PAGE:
There is a story by the Roman writer Pliny about the Greek painter Zeuxis, who was able to paint his grapes so real and true to nature that birds wanted to peck at them. This realistic, and imitation of nature in detail was taken up as a challenge by later painters. In the Dutch painting tradition, the portrayal of reality "from life" was a dominant factor from the 15th century until the Impressionism of the 19th century put an end to this. After all, the emphasis in French Impressionism and the Hague School was on quickly registering the effects of light in a loose brushstroke, which left no room for developing shapes. With the color and form experiments of the subsequent Neo-Impressionism, Luminism, Cubism and Expressionism, painting in the early 20th century moved further and further away from the faithful representation of reality. This changed in our country around 1925. Faced with the emotional discharges of expressionism, a group of painters in the 1920s and 1930s created a picture of reality based on objective registration. This new realism, also called new objectivity, is believed to have been fueled by the economic crisis and political instability in the interwar period. The atmosphere of the time with its uncertainties seemed to call for a return to traditions rather than further experiments. Together with magical realism and surrealism, the new objectivity formed the face of realism in the Netherlands between 1925 and 1945.
The term "new objectivity" originated in Germany, where around 1925 "Neue Sachlichkeit" referred to an emerging realistic trend among painters, architects and photographers. In 1929 this movement was presented at an exhibition of De Onafpendenceen in Amsterdam in our country, alongside work by like-minded Dutch painters such as Harmen Meurs, Wout Schram and Raoul Hynckes. A favorite subject of these artists was the still life of everyday objects. In addition, people painted cityscapes; landscapes and figures are considerably less common. Although the aim was objectivity, there is often no completely neutral representation of the subject. For example, Jan van Tongeren seems to be more concerned with the arrangement of shapes and colors on the flat surface than with making an exact copy of reality, Charley Toorop and Rebecca van Gelder were concerned with the expression of feelings and painters processed as Chris Beekman, Harmen Meurs, Jan van Hell and Peter Alma social criticism in their work.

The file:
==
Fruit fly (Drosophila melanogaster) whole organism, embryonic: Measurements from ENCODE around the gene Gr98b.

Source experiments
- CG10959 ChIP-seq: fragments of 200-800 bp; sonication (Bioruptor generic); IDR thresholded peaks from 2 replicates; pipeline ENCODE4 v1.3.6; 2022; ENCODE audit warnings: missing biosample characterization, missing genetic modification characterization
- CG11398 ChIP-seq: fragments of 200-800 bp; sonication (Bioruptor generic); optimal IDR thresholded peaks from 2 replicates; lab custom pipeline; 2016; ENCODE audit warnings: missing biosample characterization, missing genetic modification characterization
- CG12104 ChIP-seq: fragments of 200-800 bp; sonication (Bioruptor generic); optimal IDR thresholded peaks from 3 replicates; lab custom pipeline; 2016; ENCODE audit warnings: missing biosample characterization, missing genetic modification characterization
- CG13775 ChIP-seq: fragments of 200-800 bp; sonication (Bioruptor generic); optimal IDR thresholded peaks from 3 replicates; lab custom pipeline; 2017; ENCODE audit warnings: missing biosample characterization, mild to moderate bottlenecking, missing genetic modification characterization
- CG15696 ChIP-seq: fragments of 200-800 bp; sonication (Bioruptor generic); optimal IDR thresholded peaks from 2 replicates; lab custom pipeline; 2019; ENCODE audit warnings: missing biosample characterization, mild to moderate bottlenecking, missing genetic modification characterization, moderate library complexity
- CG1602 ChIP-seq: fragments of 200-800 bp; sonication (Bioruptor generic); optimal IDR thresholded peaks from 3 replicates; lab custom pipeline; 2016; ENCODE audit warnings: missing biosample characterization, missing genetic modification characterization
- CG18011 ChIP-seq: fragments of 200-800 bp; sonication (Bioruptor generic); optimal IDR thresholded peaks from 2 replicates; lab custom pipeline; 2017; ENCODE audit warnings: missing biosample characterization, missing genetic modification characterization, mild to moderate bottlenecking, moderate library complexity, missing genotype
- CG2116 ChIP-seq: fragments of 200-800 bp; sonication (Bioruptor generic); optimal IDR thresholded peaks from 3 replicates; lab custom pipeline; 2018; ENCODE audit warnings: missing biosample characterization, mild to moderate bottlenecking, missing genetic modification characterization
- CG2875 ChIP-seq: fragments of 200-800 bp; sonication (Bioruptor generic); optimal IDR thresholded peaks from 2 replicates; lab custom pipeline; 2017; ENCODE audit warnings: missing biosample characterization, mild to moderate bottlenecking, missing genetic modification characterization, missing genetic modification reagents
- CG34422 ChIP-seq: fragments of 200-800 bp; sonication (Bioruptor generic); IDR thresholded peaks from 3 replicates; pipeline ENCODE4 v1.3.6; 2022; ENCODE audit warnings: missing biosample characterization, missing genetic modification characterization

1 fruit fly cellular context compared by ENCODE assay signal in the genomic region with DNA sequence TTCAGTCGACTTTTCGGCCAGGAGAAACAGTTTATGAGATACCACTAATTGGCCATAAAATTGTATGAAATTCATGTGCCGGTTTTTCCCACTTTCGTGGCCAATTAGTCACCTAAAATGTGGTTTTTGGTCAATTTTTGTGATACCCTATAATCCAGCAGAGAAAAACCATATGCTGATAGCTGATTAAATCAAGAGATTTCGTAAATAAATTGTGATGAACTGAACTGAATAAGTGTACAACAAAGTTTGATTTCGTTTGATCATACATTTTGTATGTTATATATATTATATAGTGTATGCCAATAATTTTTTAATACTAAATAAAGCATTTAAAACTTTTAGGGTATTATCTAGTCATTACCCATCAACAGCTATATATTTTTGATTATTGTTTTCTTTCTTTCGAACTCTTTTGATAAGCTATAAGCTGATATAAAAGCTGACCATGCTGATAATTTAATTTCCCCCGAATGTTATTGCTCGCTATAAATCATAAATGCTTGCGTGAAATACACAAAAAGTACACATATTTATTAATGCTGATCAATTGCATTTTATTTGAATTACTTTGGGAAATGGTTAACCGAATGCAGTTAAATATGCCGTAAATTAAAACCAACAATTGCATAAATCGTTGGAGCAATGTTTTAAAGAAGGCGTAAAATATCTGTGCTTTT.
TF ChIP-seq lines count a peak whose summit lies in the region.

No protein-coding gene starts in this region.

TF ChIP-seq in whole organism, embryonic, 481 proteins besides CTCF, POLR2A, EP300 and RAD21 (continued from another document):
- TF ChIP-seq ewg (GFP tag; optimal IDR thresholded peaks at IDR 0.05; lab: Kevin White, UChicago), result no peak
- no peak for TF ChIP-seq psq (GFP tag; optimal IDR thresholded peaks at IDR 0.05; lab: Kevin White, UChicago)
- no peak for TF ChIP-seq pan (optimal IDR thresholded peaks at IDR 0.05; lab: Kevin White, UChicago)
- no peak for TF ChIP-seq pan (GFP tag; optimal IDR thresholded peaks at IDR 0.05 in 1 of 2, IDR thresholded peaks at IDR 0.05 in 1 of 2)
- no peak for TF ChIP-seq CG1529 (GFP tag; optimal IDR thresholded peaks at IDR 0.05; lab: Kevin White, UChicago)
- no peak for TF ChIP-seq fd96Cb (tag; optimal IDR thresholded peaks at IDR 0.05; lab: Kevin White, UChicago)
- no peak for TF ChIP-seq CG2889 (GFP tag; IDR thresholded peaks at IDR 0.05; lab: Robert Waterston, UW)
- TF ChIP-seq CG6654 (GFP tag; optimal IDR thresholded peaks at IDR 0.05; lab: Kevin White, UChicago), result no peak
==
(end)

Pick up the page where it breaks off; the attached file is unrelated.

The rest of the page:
Around 1930 the Dutch magical realists went further in processing concepts and ideas. Their paintings are objectively and faithfully painted, but because they merge parts of reality into an unreal whole, their work evokes a feeling of alienation and unease. "Magic realism employs imaginations that are possible but not likely," said Pyke Koch. Apart from Koch, Carel Willink and Raoul Hynckes belong to this movement. Sometimes Dick Ket and the late Wim Schuhmacher are also mentioned in this context. Much smaller in size in the Netherlands was Surrealism, launched by André Breton in 1924 and widespread. In the 1930s, the movement was concentrated in Utrecht around the painters Joop Moesman, Willem van Leusden and Gerrit van 't Net. They created wonderful combinations of objects that they depict extremely detailed and realistic.
Outside the new realism is the work of the Ede painter Jan Eversen, who tried to emulate the realism of the Dutch 17th-century still life painters. As an admirer of Willem Kalf, Jan Davidsz. de Heem and Willem Claesz Heda, he studied their painting process to discover how they depict material expression and light and then applied this in his own still lifes. He regularly depicted a number of objects that were dear to him, such as a pewter Rembrandt jug, Westerwald jugs, Wanli bowls and a Venetian glass. His craftsmanship and knowledge of 17th-century painting technique were an example for the younger Henk Helmantel. In his detailed painted still lifes he pays attention to composition, light and the harmony between the lived objects he depicts.